Disappearing Children.

disappearing children.

Choi Hyun-mo (Director of the Center for Migrant Workers’ Human Rights in Korea)

In front of the ticket window at the Incheon International Airport International Terminal. Two children, who appear to be about ten years old, are following a woman who appears to be a mother, laboriously pulling a package larger than mine. Eventually, it was her turn, and the woman who was talking to the airline staff suddenly unpacked her luggage and took out things. Children’s toys, children’s books, clothes, game supplies, taekwondo uniforms, commemorative photo albums, writing contests and taekwondo competition plaques… … . A fight breaks out as the children try to pick up the things their mother puts out. A mother who wants to reduce the weight of the luggage she was going to carry on the plane is too heavy and the children who want to take the precious things containing their many memories are fighting. In the end, it is arranged that the people who have been seen off promise that they will send it out later, and the children are led by their mothers to the departure hall. A woman rushing to leave the country with her husband, who was recently arrested and deported, and the children who are driven away without knowing why they have to leave, crying that they couldn’t even say goodbye to their schoolmates, shows anxiety along with the hardship of life.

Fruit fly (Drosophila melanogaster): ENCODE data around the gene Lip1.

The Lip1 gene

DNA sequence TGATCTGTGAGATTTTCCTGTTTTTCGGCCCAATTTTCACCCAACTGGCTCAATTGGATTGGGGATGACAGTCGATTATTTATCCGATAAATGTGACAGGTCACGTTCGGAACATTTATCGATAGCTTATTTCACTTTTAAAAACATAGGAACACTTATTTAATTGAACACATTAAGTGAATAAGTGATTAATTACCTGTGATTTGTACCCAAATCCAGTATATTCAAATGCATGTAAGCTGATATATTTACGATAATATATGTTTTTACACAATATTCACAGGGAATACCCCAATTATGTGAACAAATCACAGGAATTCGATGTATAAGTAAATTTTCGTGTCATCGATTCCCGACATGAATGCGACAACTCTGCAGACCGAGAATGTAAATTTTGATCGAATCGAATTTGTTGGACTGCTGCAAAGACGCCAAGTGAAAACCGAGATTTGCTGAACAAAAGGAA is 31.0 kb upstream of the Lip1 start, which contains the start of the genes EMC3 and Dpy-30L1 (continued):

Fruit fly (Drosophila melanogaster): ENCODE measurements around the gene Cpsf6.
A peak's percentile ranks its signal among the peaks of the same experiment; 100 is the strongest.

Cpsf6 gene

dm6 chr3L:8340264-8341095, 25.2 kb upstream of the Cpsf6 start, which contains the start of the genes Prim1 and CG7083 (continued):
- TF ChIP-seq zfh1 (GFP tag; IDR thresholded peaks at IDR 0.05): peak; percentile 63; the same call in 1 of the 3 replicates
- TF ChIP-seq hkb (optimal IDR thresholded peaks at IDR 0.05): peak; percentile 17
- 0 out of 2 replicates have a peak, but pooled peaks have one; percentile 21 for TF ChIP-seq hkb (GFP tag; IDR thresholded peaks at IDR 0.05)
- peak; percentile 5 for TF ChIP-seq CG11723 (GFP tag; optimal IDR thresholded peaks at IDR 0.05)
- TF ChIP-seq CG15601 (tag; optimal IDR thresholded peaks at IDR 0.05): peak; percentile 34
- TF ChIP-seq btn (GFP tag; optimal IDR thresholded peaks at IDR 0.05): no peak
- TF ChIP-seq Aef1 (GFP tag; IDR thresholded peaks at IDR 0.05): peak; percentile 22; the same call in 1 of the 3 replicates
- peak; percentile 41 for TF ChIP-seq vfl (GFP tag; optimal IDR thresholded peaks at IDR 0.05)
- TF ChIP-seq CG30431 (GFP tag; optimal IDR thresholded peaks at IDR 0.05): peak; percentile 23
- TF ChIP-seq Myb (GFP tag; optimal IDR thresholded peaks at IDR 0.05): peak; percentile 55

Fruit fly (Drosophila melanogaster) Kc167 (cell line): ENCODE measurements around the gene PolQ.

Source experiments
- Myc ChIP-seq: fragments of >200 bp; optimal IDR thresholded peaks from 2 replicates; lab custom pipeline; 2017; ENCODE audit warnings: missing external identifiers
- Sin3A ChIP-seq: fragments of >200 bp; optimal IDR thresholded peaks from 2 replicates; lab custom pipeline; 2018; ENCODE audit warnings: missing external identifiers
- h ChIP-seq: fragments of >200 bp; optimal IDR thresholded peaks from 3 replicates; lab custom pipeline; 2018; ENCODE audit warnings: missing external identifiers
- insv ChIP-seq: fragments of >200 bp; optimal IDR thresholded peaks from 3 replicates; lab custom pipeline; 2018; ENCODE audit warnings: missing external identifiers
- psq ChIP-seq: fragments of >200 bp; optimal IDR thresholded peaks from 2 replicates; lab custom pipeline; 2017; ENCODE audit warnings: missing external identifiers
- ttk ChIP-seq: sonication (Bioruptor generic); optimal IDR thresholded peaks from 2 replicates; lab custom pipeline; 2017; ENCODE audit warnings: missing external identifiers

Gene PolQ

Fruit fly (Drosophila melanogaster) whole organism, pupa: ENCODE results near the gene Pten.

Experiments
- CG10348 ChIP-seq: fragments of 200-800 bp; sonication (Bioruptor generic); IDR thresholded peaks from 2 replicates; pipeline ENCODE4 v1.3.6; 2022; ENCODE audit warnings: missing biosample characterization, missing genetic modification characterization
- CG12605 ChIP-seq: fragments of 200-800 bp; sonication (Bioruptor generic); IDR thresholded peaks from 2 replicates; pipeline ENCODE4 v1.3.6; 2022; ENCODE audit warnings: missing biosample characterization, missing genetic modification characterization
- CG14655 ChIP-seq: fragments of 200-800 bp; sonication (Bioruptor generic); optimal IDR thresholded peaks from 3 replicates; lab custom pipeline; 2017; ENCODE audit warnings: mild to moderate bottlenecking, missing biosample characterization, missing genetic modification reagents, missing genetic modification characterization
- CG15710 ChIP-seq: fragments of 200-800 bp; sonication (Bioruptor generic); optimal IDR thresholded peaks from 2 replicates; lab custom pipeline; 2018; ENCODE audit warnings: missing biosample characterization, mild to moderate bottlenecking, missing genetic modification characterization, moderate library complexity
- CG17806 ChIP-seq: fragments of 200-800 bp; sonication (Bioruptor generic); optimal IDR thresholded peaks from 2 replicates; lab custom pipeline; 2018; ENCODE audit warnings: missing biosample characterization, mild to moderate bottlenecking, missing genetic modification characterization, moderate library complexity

Islam and Naima were a migrant worker couple from Bangladesh. They came to Korea about 12 years ago. After getting married in Bangladesh, they left for migrant labor to Korea in search of a better future. About a year after coming to Korea, the couple had twins. In a foreign country where no one knows, the couple endured all kinds of discrimination and contempt, working for the future of their precious children. As the children grew up, the couple thought about going back to Bangladesh, but they wanted to raise their children in a better environment even if it was difficult, and above all, they wanted to have children born and raised in Korea grow up in a favorite place. Although there were many difficulties, the children were able to go to elementary school, and as they studied well, they were so popular among their classmates that they were even elected to the class president. Representing a nearby Taekwondo academy, I used to go to contests and win prizes. During the 2002 World Cup, there was a time when children shouted ‘Dae-Han Min-guk’ and spent a lot of money to go to the stadium. Although it was a foreign country where no one knew, the children and the couple were making their own little happiness.